The final day, Saturday, proved to be a lot more relaxing. Madeline (my Denver office teammate) and I were getting the "tired-of-your-coworker" version of cabin fever, and had decided to go to a local pastry shop for breakfast, followed by a walk around the Mississippi River and past Harrah's Casino. This 4-day trip had begun to feel like we had been there two weeks. I needed a taste of my normal routine, so I retired to the hotel room to watch some college football championship games, especially my team, the Virginia Tech Hokies. It had felt like a month since I got to watch my sports games. My mentality at that point was just to power through one more night that included a cocktail party and a secret surprise our boss had told us was in store. My father would always love to say, "the best surprise is no surprise", and after my childhood, I had adopted that philosophy. I no longer drink two nights in a row, let alone three. So the thought of a fourth consecutive night was about as appealing as getting into the bathtub with a toaster. "Don't leave yet," said my Director of Recruiting, "Mike's surprise has just arrived."

Our party crowd had packed its way around the doorway so all I could see was a nostalgic-looking band and an overweight tuba player. As soon as the music dropped and the marching into our hotel lobby had begun, I realized what was going on. Coincidentally, just the previous week, I had watched an old James Bond movie, "Live and Let Die."

The opening sequence depicts a similar funeral march set in 1970s New Orleans, where the pallbearers are carrying an empty casket throughout the city streets. I remember watching that thinking, "What the f*@$?", and here I am, one week later, with the exact same reaction. Oddities aside, I embraced the tradition, picked up a cocktail, and turned on the good times. Behind the band and pallbearers were two crying wives, and a town crier. The targeted theme was to "bury" all of the negativity the 2008 economy brought to us, and to give praise for all that lie ahead in 2009. The band's soulful music was resonating loudly throughout the hotel, which brought out numerous spectators, including members of the Atlanta Falcons NFL team who were staying at the same hotel and getting ready for their game against the Saints the next day. "Where's that fool, Matt Ryan?!" I kept hollering, in an attempt to agitate my Boston area coworkers (again, I represent Virginia Tech, who had just pummeled Boston College in the ACC title game)! Ah, the beauty of gloating.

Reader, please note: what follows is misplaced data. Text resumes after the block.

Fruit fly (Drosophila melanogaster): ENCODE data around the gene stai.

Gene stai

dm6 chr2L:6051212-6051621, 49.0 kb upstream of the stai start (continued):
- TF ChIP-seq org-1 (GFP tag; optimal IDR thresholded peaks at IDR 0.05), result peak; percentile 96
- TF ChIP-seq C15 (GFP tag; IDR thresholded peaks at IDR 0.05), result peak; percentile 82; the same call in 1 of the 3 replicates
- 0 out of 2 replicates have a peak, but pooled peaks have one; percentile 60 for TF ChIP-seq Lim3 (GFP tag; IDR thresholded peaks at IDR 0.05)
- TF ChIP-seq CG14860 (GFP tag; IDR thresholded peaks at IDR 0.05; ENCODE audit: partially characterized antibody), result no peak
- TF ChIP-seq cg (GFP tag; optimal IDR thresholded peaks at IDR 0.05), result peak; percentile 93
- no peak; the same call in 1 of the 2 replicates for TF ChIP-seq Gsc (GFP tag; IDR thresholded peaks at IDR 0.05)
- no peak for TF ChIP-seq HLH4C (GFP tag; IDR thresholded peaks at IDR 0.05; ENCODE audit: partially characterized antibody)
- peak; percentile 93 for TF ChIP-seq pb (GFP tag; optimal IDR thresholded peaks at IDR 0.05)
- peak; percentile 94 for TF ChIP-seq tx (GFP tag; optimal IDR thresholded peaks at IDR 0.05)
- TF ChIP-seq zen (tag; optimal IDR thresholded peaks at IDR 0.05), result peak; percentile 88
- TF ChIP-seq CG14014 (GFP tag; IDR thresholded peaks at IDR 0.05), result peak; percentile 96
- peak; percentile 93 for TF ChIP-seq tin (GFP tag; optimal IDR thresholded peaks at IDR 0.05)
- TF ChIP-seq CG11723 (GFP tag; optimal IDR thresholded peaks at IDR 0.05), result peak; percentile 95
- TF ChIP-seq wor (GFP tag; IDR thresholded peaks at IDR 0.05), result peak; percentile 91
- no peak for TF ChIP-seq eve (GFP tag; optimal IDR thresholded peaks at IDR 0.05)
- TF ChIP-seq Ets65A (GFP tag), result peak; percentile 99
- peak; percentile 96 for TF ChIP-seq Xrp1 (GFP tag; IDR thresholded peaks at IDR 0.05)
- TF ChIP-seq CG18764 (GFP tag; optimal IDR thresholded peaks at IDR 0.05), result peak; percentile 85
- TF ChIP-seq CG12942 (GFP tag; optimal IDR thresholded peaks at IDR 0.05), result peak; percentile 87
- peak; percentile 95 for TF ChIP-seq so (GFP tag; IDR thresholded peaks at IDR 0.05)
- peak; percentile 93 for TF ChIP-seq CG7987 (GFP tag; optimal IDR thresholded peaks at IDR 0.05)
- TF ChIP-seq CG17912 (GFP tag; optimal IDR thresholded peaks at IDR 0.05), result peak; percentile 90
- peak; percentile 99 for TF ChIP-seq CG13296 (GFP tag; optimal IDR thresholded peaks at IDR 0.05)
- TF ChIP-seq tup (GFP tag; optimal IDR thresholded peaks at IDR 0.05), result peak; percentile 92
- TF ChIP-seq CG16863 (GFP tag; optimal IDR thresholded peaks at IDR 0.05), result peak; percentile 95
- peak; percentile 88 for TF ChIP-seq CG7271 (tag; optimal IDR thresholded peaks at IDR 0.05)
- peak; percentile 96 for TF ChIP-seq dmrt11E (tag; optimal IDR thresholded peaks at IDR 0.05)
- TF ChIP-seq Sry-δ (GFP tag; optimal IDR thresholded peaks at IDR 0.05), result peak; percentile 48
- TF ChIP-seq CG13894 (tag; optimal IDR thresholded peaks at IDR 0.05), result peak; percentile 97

Marching outside, I could not believe it: there were police vehicles already out there blocking off the city streets to clear a path for our march. They closed off quite possibly the busiest street in New Orleans for us, and if that wasn't enough, the police motorcycles led our entire team all the way down Bourbon Street! I suddenly felt a fraction of what Kevin Garnett and the Boston Celtics must have felt earlier this year. Not because I had accomplished an athletic feat, but for the way the patrons of the street gathered around, waving handkerchiefs at us and tossing their beads in celebration. Hell, even the homeless guy took a break from his panhandling duties and joined our crowd for some dance moves. For that night, we had brought glory into the town, and I'd like to think we gave the onlookers something to write home about.

Arriving at Muriel's, I was thrust back in time to my memories of vacationing in France, and visiting the old burlesque houses. The Big Man (boss) had rented the entire upstairs, which included some very plush, deep red couches with more pillows for adornment than those on my grandmother's bed. Seriously? I'll never understand how you can convert a six-person sofa into a solo chair. A wonderful roast beef dinner with seafood and salad was served, and I chose to sit next to coworkers from St. Louis, a respectable office that I had not yet gotten to know. Looking back on the ceremonious night, it strikes me with motivation and happiness knowing that my company, at a time when I felt maybe I didn't deserve it, brought me to New Orleans anyway for a fantastic and memorable experience. Thanks!